Brazilian mining giant Vale has confirmed that it will be making a major announcement regarding the Newfoundland/Labrador nickel/cobalt mine. It is thought that due to increased demand and price for cobalt the plan to expand the mine will move forward. Cobalt is extracted as a by product of nickel or copper mining and is essential in electric vehicles, mobile phones and other battery technology. What is interesting is that Vale has suspended the sale of another of its mines in New Caledonia in the South Pacific. It is not known if the two are correlated, or what this will mean for certain in regard to the mine; although, some expect that the expansion would mean the mine would extend until 2035.
Fortescue Metals Group CEO Elizabeth Gaines stated that this major iron ore producer would be looking for new mines, and new metals. This is an interesting indicator for me as she lists gold, copper, and lithium as new targets. This shift is not lack of focus, quite the opposite it merely illustrates the demand for metals required for the future. For those that may not know copper and lithium is notably used in the electric vehicle market and in batteries for energy storage. Gold is still arguably the foundation of economy but also used in electronics. This diversification does not show any weakness in the iron market, quite the opposite I believe it shows that Gaines acknowledges the need and demand for copper and lithium. She has further added that the company will focus on South America, namely Ecuador and Argentina. Where is the demand: China.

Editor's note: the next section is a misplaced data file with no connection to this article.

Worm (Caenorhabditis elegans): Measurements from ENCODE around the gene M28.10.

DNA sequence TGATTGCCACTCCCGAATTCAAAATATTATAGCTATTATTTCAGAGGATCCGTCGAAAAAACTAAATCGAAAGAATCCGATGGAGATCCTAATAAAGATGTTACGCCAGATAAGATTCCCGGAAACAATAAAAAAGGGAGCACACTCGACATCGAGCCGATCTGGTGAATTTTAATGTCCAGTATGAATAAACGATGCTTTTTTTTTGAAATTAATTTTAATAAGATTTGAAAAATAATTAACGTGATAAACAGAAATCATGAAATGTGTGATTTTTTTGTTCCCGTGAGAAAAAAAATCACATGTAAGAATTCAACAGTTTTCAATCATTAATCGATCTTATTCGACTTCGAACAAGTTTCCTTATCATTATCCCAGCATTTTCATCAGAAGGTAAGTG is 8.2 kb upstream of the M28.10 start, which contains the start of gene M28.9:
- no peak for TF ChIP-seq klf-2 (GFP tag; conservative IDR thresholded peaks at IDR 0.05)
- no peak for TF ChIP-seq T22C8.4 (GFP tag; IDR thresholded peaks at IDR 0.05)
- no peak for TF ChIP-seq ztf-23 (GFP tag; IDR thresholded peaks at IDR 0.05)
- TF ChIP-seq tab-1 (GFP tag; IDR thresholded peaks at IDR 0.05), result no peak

If you want to feel uneasy, look at that fact. Apple is one of the companies that takes part in aggressive stock buyback programs. These programs are good tools to use but are a double edge sword. Money ultimately should be piled into your business to create product and growth, to invest in new technology not in financial engineering. I am not interested right now in why Apple does this because I would not buy the service they provide, nor the phone and for that reason i would not want the stock. The fact that it has such an effect in the S&P should also be worrying anyone that believes we have free and open markets. There are deep and disturbing questions we have to start asking about how those who run our markets are moving them. Make no mistake it is not you or I. We do not move these markets in any way. In fact, most retail investors, almost 90% are in passively invested funds. We have given up responsibility for our financial future to global hedge funds and market funds. Now this is not an Apple bashing piece. I prefer other companies but quite frankly I will keep my phone for years - i am not a good consumer and do not buy into the silly upgrades that nearly no one uses to an advantage. I am not even that upset about there manufactured/planned obsolescence program that derails battery power over time. I have always suspected that most products are carefully engineered to fail; to have a specific, short lifespan. This was once thought as cynical conspiracy theory, but we see it as fact, with Apple admitting this program. It would not take much effort to see this in a long list of other companies. What it does show is an overwhelming sense of cynicism in the whole system. We see it socially and politically. The people being ignored in so many countries. People need to look at what they own as a portfolio. They need to start asking some questions and maybe if you are a person in charge of your own destiny start reading some reports on new markets that have are ahead of the curve. Green technology, battery power, energy storage, materials that make stronger alloys all of these can be found in mining. There is a surge happening in this sector and not enough people are telling you about it. It is fascinating what is being accomplished and it takes little to start to push these companies into the spotlight that are helping to craft an incredible future.